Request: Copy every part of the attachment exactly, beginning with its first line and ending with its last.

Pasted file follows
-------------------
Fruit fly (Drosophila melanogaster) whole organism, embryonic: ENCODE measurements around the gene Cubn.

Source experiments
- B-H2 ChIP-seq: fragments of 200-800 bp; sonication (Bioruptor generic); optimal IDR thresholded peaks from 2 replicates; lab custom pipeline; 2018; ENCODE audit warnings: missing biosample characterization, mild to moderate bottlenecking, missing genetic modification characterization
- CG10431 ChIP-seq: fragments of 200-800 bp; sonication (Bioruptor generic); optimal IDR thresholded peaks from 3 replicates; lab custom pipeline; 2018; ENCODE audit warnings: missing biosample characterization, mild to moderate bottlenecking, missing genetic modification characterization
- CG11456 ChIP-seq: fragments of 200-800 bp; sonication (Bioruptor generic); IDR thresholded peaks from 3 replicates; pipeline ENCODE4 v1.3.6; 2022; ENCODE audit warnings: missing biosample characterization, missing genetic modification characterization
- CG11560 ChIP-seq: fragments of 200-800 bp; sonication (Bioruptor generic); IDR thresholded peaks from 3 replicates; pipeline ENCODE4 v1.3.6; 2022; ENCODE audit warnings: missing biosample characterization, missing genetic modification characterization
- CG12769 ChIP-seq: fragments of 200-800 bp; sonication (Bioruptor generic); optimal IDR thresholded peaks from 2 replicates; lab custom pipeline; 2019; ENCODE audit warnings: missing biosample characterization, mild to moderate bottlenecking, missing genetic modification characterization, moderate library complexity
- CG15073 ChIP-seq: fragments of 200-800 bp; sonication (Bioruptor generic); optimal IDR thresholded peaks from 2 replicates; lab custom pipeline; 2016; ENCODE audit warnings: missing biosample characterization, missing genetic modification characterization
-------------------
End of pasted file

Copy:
Fruit fly (Drosophila melanogaster) whole organism, embryonic: ENCODE measurements around the gene Cubn.

Source experiments
- B-H2 ChIP-seq: fragments of 200-800 bp; sonication (Bioruptor generic); optimal IDR thresholded peaks from 2 replicates; lab custom pipeline; 2018; ENCODE audit warnings: missing biosample characterization, mild to moderate bottlenecking, missing genetic modification characterization
- CG10431 ChIP-seq: fragments of 200-800 bp; sonication (Bioruptor generic); optimal IDR thresholded peaks from 3 replicates; lab custom pipeline; 2018; ENCODE audit warnings: missing biosample characterization, mild to moderate bottlenecking, missing genetic modification characterization
- CG11456 ChIP-seq: fragments of 200-800 bp; sonication (Bioruptor generic); IDR thresholded peaks from 3 replicates; pipeline ENCODE4 v1.3.6; 2022; ENCODE audit warnings: missing biosample characterization, missing genetic modification characterization
- CG11560 ChIP-seq: fragments of 200-800 bp; sonication (Bioruptor generic); IDR thresholded peaks from 3 replicates; pipeline ENCODE4 v1.3.6; 2022; ENCODE audit warnings: missing biosample characterization, missing genetic modification characterization
- CG12769 ChIP-seq: fragments of 200-800 bp; sonication (Bioruptor generic); optimal IDR thresholded peaks from 2 replicates; lab custom pipeline; 2019; ENCODE audit warnings: missing biosample characterization, mild to moderate bottlenecking, missing genetic modification characterization, moderate library complexity
- CG15073 ChIP-seq: fragments of 200-800 bp; sonication (Bioruptor generic); optimal IDR thresholded peaks from 2 replicates; lab custom pipeline; 2016; ENCODE audit warnings: missing biosample characterization, missing genetic modification characterization